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I am using a neural network with one layer of 20 hidden units (using the package nnet) for a classification problem where I have around 12 possible outcomes. I have around 4000 observations, and I am using 10 fold cross-validation to evaluate the network.

Now, I am not particularly interested in the classification task perse, bu in testing a hypothesis about the predictors. I have two sets of predictors, say A and B, and if my theory is right then set A should play a role in the classification task, but set B should not play a role in the classification task.

Now, what I was expecting to see was that using set A I would get a given classification accuracy, and that adding set B I would get more or less the same classification accuracy. However, what I see is that the network becomes noticeably worse. It goes from an accuracy of around 86%, to something like 66%.

I tried increasing the number of iterations to 2000 until each training started to always converge, but that did not change anything. I am of course happy with the result, but I do not understand how adding predictors can make a neural network perform worse. What could be going on here?

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This outcome would be expected. Adding inputs to a neural network that don't help predict the output should give the network a hard time. Think of it as drowning out the inputs that actually do help with the classification task.

One of the reasons max pooling helps convolutional neural networks is because it gets rid of information that it thinks is less useful and concentrates more on important things.

Another reason is because noisy data is much more prone to overfitting. Adding useless inputs is the exact same thing as just having noisier data.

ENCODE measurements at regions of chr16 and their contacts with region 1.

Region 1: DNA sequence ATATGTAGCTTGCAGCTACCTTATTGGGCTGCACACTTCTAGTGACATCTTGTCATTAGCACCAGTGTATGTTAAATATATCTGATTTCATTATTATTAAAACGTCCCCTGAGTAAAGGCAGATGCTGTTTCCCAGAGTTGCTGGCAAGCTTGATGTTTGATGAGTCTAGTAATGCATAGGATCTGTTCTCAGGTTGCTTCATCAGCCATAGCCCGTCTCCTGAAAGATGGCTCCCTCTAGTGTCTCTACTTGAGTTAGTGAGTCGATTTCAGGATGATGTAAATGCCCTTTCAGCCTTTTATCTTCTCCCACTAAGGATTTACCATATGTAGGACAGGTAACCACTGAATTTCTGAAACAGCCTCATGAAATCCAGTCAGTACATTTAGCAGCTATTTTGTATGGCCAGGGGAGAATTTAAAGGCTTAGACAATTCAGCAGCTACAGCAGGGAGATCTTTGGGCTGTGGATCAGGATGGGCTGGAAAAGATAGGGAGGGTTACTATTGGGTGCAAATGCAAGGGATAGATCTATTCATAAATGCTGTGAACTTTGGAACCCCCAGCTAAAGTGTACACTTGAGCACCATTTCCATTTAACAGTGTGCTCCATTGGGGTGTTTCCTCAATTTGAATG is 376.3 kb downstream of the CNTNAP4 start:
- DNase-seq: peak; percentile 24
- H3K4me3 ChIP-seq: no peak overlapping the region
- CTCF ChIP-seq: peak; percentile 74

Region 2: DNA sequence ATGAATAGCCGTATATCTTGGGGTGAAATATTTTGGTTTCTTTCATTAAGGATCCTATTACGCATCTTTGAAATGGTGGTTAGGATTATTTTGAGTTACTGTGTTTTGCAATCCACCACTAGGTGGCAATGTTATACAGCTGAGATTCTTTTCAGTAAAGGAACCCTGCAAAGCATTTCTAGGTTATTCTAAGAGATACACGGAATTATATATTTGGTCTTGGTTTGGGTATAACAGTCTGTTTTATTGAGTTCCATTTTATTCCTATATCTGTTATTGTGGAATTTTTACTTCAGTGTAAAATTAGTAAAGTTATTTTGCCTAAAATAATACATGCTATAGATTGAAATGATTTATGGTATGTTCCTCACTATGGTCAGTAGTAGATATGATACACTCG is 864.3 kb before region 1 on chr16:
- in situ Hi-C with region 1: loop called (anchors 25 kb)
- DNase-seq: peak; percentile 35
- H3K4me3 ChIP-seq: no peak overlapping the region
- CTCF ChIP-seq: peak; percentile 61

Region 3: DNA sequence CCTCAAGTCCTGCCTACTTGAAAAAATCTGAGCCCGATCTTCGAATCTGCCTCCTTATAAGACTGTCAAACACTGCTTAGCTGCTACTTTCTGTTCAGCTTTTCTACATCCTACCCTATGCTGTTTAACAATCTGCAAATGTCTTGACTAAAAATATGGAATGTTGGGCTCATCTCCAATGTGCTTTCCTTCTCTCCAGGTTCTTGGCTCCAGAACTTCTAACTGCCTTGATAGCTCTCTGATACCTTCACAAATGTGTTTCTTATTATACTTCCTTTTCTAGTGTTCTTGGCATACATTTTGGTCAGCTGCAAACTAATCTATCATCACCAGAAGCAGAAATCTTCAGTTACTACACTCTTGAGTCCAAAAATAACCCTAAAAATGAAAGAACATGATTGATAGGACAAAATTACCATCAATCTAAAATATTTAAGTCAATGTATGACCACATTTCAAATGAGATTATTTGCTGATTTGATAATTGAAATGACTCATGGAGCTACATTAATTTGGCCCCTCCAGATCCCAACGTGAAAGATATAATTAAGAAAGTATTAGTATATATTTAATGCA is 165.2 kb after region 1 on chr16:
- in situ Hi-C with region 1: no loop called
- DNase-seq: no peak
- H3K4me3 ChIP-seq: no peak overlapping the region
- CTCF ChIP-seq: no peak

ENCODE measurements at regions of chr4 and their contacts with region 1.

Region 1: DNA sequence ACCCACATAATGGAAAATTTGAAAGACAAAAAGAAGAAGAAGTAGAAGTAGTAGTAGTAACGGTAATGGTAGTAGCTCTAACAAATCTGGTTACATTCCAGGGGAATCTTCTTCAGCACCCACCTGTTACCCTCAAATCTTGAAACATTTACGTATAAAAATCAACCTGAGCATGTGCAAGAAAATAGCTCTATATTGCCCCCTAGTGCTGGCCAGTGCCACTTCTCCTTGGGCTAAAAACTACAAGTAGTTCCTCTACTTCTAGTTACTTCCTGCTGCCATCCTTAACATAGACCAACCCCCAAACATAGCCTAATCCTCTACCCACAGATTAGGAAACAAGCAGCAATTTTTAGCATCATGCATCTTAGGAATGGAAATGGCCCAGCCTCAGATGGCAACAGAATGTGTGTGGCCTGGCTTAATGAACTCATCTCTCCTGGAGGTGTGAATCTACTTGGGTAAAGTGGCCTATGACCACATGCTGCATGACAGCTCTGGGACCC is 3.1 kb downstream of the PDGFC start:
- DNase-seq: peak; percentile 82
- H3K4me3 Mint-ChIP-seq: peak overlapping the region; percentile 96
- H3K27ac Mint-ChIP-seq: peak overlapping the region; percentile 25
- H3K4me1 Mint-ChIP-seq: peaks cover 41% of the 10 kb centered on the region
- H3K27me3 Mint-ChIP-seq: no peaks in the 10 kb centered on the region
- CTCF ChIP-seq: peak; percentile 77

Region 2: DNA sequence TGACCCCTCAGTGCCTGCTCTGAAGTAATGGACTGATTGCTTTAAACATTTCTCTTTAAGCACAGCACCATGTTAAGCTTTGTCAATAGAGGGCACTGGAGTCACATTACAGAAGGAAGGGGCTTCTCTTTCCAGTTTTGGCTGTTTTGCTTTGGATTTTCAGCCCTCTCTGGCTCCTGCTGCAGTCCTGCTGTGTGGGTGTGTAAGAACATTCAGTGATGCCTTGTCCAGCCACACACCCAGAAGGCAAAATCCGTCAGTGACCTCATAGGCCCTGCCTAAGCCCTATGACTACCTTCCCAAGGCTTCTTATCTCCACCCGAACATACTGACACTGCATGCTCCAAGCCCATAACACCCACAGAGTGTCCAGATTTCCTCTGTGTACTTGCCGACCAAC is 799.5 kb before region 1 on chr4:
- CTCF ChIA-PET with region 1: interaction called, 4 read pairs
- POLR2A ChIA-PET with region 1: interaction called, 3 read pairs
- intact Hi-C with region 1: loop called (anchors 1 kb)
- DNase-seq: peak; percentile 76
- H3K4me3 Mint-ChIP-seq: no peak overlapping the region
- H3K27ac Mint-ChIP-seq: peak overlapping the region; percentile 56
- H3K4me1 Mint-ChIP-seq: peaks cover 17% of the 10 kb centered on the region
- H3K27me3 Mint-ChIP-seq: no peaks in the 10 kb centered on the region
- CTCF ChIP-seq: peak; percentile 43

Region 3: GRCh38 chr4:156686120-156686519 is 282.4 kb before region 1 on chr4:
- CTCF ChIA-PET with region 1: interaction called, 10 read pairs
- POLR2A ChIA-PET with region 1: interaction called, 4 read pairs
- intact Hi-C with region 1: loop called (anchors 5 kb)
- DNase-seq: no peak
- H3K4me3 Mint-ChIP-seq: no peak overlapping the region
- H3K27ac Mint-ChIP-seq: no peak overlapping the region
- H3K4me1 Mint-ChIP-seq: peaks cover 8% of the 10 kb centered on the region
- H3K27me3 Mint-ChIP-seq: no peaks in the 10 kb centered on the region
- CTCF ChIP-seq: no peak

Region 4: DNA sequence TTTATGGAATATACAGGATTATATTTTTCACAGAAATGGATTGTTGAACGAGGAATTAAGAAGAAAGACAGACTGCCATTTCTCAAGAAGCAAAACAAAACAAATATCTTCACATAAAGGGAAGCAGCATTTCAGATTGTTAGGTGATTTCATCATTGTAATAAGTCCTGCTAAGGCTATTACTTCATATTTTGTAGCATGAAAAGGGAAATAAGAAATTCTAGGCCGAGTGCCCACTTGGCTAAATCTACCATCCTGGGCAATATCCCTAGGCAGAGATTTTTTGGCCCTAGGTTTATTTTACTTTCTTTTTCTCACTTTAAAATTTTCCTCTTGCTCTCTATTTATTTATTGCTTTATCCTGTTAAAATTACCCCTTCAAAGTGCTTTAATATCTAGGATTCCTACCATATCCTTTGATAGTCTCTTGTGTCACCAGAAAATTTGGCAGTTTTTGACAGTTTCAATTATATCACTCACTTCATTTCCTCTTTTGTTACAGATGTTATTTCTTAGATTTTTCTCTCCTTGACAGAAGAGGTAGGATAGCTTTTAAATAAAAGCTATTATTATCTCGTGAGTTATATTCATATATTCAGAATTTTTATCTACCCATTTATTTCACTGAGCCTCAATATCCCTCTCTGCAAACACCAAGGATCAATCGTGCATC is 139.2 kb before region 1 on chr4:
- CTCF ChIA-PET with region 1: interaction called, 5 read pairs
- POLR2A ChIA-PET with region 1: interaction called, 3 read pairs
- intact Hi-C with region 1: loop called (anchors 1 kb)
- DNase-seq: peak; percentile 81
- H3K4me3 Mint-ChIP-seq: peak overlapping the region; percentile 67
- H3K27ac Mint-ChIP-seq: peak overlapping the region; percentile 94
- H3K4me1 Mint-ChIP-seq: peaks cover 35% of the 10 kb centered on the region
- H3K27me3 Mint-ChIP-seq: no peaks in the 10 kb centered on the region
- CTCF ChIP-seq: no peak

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  • $\begingroup$ Do you maybe have a reference I could cite for that? $\endgroup$ – mguzmann Mar 23 '16 at 12:02
  • $\begingroup$ I can't provide any notable reference for this but I can say in experiment it does seem to hold, and that I have seen others on stack exchange say similar things that would support this idea. Feel free to not accept this as an answer yet to see if someone else has a better one or more information to add. $\endgroup$ – Frobot Mar 23 '16 at 19:59
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Now, I am not particularly interested in the classification task per se, bu in testing a hypothesis about the predictors. I have two sets of predictors, say A and B, and if my theory is right then set A should play a role in the classification task, but set B should not play a role in the classification task.

What exactly would it prove? Imagine that instead of using only the neural network, you used neural network and XGBoost, and one of the algorithm would work better on set A, while the other, on set B, what would that prove?

That something "should not play a role in the classification task" is not a valid hypothesis to test. Trying to answer this would give you the wrong answer, to the wrong question.

Moreover, machine learning algorithms are in many cases sensitive to the choice of hyperparameters. How would you tune the hyperparameters? Would you tune them in terms of model performance on set A, or on set B? This would give you biased result. You could choose to tune based on overall performance, but how would you measure it? If you would sum the error metrics from A and B, then this does not prevent one of the sets to having greater influence then the other (e.g. better parameter choice of the set with worse initial error would lead to greater improvement in performance, so will have greater weight on overall score).

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  • $\begingroup$ Of course it is a valid hypothesis. This sort of stuff is what we test all the time, it's just not often done with nns but rather with regression. $\endgroup$ – mguzmann Sep 22 at 14:47

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